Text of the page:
Try the house wine. You can get some excellent wines in most Italian and French restaurants. They also offer the choice of a quarter liter, half liter or full liter.
Save money and calories by having your main meal for lunch. You are usually out and about anyway. Then, have dinner during the Happy Hour, which is usually from 5-8 p.m. In Italy, the bars often have a wide selection of delicious snacks that come free with your drinks. If you return to the same bar each evening, you may even get a larger platter! If you’ve had a large lunch, this is a convenient way to have a light dinner.
You can order one dish or several— you not have to order every course. However, help out your waiter by telling him or her which one to bring ﬁrst. The usual order is this: L’antipasto (which can be shared), Il Primo (usually a pasta), Il Secondo (usually meat or ﬁsh), L’insalata or Il Contorni (salad or vegetable side dish), Il Dolce (dessert is served by itself—not with coffee or tea), espresso or tea is served last.
At Museums, always ask if there is a special price for seniors. In Italy, they often give discounts when you ask. Some people ask if you’re from a European Union country, and then the discount doesn’t apply. However, in Italy, they don’t seem to care as much.
Also, ask about tickets for more than one museum. Often, there is an optional ticket for several museums in the area, which can be a nice savings.
Always visit the local tourist ofﬁce (TI). They usually have great maps and you can ﬁnd out about more current events. Each TI is different, but often, you can get good information. The smaller, special art exhibits in a local Palazzo are often great—and a lot less crowded than the main museums.
Check book stores or the corner newspaper seller for a small paper that provides information about local events for the current month. Most large and mid-sized towns have them. Italy has many free or low cost concerts that are excellent.
Hotels are given star ratings to help travelers make their decisions. We opt for 3 stars because they are moderate in price and have ensuite bathrooms. A two star hotel may also have a private bath. You can always ask.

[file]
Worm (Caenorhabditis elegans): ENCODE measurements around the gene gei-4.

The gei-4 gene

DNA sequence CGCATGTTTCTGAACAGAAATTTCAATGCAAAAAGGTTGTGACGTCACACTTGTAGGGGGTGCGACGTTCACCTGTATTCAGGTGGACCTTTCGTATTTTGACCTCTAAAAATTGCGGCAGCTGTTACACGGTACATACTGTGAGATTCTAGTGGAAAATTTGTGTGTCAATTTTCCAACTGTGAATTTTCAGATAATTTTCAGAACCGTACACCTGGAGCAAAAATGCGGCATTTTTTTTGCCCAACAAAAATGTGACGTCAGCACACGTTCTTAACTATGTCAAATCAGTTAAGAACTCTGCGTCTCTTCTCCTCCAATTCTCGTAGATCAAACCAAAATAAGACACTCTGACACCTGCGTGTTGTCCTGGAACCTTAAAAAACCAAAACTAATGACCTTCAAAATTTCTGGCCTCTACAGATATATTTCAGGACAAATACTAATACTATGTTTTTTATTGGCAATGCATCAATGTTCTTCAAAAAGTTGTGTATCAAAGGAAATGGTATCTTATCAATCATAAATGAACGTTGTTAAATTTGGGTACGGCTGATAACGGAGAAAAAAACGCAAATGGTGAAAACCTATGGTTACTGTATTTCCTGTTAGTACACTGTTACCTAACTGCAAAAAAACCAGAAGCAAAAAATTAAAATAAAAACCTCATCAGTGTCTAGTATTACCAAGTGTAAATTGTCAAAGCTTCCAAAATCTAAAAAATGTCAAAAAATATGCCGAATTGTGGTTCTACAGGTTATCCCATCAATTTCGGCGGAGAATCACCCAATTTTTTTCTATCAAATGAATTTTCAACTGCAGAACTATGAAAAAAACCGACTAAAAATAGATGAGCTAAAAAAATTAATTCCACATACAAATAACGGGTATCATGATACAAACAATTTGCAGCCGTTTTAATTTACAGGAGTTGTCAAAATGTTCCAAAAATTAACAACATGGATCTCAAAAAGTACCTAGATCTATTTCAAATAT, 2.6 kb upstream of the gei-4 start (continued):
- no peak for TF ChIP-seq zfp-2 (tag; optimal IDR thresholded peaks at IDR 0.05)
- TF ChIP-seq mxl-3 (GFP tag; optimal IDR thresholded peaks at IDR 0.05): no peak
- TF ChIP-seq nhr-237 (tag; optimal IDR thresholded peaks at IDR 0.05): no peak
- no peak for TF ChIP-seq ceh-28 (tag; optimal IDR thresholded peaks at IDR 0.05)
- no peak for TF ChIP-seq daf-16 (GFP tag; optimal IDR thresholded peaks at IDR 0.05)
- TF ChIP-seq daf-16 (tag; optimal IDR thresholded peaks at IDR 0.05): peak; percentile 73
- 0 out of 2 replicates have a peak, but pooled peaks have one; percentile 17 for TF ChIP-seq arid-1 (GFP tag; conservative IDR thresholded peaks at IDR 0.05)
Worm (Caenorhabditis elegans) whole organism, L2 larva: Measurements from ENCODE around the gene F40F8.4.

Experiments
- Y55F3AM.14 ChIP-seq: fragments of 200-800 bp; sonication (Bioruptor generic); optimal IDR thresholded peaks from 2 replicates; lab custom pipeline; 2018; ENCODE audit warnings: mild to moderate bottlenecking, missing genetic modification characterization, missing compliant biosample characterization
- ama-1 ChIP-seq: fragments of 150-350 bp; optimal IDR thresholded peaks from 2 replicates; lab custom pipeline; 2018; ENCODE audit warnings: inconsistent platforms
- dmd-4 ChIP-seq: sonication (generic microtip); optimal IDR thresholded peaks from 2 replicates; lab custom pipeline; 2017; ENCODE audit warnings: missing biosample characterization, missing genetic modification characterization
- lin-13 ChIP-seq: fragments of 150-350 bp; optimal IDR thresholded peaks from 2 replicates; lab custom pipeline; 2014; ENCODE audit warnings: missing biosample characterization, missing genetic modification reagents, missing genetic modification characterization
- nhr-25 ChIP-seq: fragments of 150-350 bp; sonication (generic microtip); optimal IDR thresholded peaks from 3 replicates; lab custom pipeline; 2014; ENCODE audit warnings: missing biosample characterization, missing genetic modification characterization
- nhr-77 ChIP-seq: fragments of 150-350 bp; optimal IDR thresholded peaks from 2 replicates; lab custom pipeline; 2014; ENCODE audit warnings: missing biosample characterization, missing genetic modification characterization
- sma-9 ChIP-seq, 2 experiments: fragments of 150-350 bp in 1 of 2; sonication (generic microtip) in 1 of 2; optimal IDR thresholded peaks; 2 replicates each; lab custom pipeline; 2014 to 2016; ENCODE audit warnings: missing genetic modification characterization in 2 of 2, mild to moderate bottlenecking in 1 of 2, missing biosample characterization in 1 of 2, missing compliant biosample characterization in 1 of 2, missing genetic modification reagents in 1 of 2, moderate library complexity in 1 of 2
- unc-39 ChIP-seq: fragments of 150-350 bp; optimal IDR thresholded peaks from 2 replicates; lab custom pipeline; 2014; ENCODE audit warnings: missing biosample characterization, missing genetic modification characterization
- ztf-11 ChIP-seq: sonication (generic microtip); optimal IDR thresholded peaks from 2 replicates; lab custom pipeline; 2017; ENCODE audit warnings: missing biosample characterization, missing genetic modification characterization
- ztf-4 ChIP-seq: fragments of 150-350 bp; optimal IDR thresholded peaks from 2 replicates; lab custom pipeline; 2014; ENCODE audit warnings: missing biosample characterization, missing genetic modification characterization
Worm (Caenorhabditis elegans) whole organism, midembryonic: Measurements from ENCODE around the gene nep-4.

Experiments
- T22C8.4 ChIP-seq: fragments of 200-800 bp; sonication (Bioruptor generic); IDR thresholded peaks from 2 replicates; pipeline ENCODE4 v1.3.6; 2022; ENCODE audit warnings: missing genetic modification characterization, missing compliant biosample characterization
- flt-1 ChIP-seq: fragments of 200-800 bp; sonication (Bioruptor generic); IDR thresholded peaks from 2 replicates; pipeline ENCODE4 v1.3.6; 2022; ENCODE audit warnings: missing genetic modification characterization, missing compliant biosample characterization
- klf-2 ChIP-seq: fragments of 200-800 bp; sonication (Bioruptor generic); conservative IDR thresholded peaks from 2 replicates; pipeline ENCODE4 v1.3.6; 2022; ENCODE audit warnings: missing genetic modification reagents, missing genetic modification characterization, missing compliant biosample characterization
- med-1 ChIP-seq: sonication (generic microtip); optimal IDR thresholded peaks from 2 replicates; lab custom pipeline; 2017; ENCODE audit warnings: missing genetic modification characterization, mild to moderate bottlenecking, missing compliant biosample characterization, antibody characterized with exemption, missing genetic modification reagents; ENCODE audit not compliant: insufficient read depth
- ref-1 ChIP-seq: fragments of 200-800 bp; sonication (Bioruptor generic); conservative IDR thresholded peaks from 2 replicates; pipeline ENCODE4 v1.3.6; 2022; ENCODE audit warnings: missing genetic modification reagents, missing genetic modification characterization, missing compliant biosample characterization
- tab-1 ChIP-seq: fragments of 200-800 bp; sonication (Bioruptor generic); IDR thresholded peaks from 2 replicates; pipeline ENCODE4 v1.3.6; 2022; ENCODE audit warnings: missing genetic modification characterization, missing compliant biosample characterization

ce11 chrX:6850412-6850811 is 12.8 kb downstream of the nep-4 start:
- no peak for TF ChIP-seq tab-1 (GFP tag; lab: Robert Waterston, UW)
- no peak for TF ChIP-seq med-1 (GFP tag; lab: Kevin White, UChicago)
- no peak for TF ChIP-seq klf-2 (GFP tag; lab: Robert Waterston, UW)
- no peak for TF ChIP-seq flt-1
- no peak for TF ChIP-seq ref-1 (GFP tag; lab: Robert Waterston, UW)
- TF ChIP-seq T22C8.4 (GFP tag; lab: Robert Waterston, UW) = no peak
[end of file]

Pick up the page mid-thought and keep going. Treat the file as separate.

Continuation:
Staying in one place for at least a week can save you on lodging costs and stress. Italy has the agriturismo (farm stay) system http://www.agriturismo.it/en/. You can often get a deluxe lodging for a great price. However, the minimum stay is often one week—unless it’s the off season.
Vacation by Owner (VBO.com), airbnb.com and homeaway.com all offer weekly (or more) rentals. The properties vary, as do the hosts. We’ve had the best luck with VBO and Airbnb.
Not everyone ﬁnds learning a language as fun and interesting as I do. But if you do, these online resources helped me. The BBC has an excellent and free website http://www.bbc.co.uk/languages/. I also like http://www.italianpod101.com/, but it charges a fee. There are also many free podcasts available.
Community colleges often offer short courses in language for travelers. This is a great way to at least learn how to pronounce a few important greetings such as, “Buon Giorno” and more. Learning how some letters vary in sound from our English can really help when asking directions to a city or piazza. You also meet fellow travelers who are happy to share information and resources.
Internet Resources for Travel
Here are some good sites for travel tips. However, I am relying more and more on my favorite blogs. You can see a list on the right, under Italy Travel.
NY Times Frugal Traveler: http://frugaltraveler.blogs.nytimes.com
Slow Travel: http://www.slowtrav.com
A community of travelers who stay longer in one place and share their travel stories and advice.
Rick Steve’s: http://www.ricksteves.com
Check out the “Plan your Trip” section for great info.
Trip Advisor: http://www.tripadvisor.com
This site has lots of reviews, but anyone can submit, even me!